Sunday, June 17, 2012

Smashing Pumpkins: Oceania (Review)

A quasar is “among the most luminous, powerful, and energetic objects known in the universe.” So is the first song on The Smashing Pumpkins’ long awaited new album Oceania, the aptly titled “Quasar.” In fact, the entire album stakes a claim at being the most powerful and energetic sounding object of the decade, which suffered from a serious lack of good music in the loud and guitar driven alt-rock vein. At the outset of “Quasar” Billy Corgan boldly declares "God, right on!/Krishna, right on!/Mark, right on!/Yod He Vau He Om/Let's ride on!" alluding to some of the most recognizable metaphoric quasars ever believed in, prayed to, or relied upon along with some of his interest in the Christian, Hebraic, and Oriental mysticism that he’s allowed to bubble up to the surface of his songwriting recently. All the references though are towards powerful, beneficent, and powerfully uplifting and life changing entities, both esoteric and common. The music that Corgan wraps these ideas in beautifully brings these entities to life in a vivid, multi-textured, “luminous, powerful and energetic way” not just during “Quasar,” but throughout the album. Oceania is easily the best Smashing Pumpkins album since Siamese Dream and Mellon Collie and The Infinite Sadness, and those were two of the best alt-rock albums ever written and released. 

There isn’t much melancholy or infinite sadness present on Oceania though, and that’s a good thing. I once alluded to Zwan as being “the Smashing Pumpkins but happy” when describing them to a friend of mine. Happily now we have a Smashing Pumpkins that sounds like “Smashing Pumpkins but happy,” and there’s very little that this Xer could have asked for from one of my generation’s most prolific songwriters and guitarists. The absence of Jimmy Chamberlain, James Iha, and D’arcy, the long departed and lamented founding members of the band, honestly is not a turn off here as Mike Byrne (drums), Nicole Fiorentino (bass), and Jeff Schroeder (guitar) envelope Corgan in the same wall of sound and polish that his old crew did. The sound is slightly different, and has been described over and over again in just about every review of this album on the web as “Smashing Pumpkins but modernized.” It is instantly recognizable without being a retread of Smashing Pumpkins past. 

For an album that has no released singles, it is an album packed with the type of distorted guitar songs (singles) that Billy Corgan built his career with the Smashing Pumpkins on. The aforementioned “Quasar” is a thick and loud throwback to the glorious guitar laden hits of both Gish and Siamese Dream. The warm acoustic guitar and synthed out strings that open “The Celestials” is reminiscent of “Disarm,” but “The Celestials” soars into sonic territory that “Disarm” never took us. Corgan’s knack for powerful songwriting and excellent guitar playing are on full display here. “Violet Rays” sounds like the best song off of Adore that never was, but could have been if included on that album. It’s thick and heavy bottomed yet uplifting. “My Love is Winter” is the highest charting single off of Oceania that never will be and showcases Corgan’s brilliant soloing, the likes of which we haven’t been treated to since “Soma” off of Siamese Dream. “One Diamond, One Heart” is almost U2-ish sounding with its clean but not clear guitar jangles. “Pinwheels” builds a sonic landscape of synth, acoustic, and George Harrison-esque electric guitar that doesn’t even feature Corgan’s vocals until almost halfway through the song. “Oceania,” the album’s title track, weighs down the middle of the album with some introspection (“I’m so alone, so alone, but better than I ever was” croons Corgan), some fantastic “grunge in furs” guitar work and demonstrates that Corgan can still write a ponderous song (“Oceania” clocks in at 9:05 minutes) that is as epic as it is uplifting. “Pale Horse” is the second best single off of Adore that never was but could have been if included on that album. “The Chimera” is the younger brother of “Bury Me” off Gish. They share the same energy and grungy guitar sounds. “Glissandra,” my least favorite song on the album, recalls the strange guitar sounds and groves of my least favorite Smashing Pumpkins album Machina (the album that oddly enough is home to two of my favorite Smashing Pumpkins’ songs: “I of The Mourning” and “Stand Inside Your Love”). “Inkless” features more of Corgan’s signature guitar soloing that once again recalls the best guitar soloing moments off of Siamese Dream. It’s an incredibly powerful song. It's the type of song that would highlight a lesser talented artist's album, but for Corgan is a late album track. “Wildflower” will remind Smashing Pumpkin fans of the light and airy final songs of Siamese Dream and Mellon Collie and The Infinite Sadness. It’s a gentle landing to an album that soars to the edges of the universe, beyond, and back.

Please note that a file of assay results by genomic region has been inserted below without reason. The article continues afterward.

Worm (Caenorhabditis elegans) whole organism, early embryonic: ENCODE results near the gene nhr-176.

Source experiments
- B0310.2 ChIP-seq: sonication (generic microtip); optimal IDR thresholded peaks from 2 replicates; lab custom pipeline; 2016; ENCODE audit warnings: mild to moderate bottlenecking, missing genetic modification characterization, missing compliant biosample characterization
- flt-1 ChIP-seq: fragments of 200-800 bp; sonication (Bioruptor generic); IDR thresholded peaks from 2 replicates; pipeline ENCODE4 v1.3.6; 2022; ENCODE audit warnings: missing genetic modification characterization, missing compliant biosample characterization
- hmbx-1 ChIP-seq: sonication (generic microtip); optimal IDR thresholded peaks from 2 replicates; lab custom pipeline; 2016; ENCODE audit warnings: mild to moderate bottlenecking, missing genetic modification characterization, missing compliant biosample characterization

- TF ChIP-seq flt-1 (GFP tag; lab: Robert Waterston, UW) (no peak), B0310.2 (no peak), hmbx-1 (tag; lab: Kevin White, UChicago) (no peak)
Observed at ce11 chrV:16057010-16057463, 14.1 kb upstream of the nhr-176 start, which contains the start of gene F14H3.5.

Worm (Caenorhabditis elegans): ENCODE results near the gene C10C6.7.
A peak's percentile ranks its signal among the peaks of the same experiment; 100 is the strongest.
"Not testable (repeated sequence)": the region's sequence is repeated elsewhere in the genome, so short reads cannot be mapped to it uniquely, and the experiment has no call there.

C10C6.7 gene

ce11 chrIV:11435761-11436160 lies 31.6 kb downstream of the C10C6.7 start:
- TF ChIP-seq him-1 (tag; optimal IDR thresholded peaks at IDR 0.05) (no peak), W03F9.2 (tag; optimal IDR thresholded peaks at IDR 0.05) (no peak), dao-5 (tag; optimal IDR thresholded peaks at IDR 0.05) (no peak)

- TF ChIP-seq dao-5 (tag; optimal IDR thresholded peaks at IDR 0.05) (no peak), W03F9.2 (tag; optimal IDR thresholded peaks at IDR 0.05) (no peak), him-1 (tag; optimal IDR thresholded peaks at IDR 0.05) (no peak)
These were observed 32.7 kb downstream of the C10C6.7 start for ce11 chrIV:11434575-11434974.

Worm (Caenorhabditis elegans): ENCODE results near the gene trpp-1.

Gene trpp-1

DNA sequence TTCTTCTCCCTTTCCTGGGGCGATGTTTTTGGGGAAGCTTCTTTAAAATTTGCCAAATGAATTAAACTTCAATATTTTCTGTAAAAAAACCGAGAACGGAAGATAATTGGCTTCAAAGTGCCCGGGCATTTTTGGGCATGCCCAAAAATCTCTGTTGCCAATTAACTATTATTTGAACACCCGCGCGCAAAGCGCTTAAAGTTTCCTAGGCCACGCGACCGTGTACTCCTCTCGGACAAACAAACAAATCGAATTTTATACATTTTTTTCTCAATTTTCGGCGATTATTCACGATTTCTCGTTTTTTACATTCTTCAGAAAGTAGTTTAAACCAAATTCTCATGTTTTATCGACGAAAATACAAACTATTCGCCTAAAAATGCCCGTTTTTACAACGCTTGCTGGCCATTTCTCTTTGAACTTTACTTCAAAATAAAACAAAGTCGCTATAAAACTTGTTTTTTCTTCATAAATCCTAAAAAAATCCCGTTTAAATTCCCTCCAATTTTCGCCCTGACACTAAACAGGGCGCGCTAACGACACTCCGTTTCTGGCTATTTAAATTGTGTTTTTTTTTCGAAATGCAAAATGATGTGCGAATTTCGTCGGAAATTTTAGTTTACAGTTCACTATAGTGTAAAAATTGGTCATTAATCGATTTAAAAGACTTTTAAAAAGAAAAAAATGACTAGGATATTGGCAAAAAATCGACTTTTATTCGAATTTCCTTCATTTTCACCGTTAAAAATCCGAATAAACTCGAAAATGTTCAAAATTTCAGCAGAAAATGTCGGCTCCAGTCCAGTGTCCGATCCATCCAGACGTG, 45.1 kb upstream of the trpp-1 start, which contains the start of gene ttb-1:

Oceania is the type of album that we long suffering Smashing Pumpkin fans never thought that we would get to experience. Zeitgeist wasn’t a bad alt-rock album by any stretch of the imagination. It just wasn’t a good alt-rock album from The Smashing Pumpkins. Yes, it too had its moments (“Bleeding the Orchid” and “Doomsday Clock”), but Oceania is a moment. It’s a moment in musical history that can, and needs, to be savored over and over again. It leaves you wanting more from The Smashing Pumpkins, and hopefully with Corgan sounding more re-energized, and happy, than he has in years, more won't be far behind.     

Rating: 4.5 our of 5 pumpkin seeds 

No comments:

Post a Comment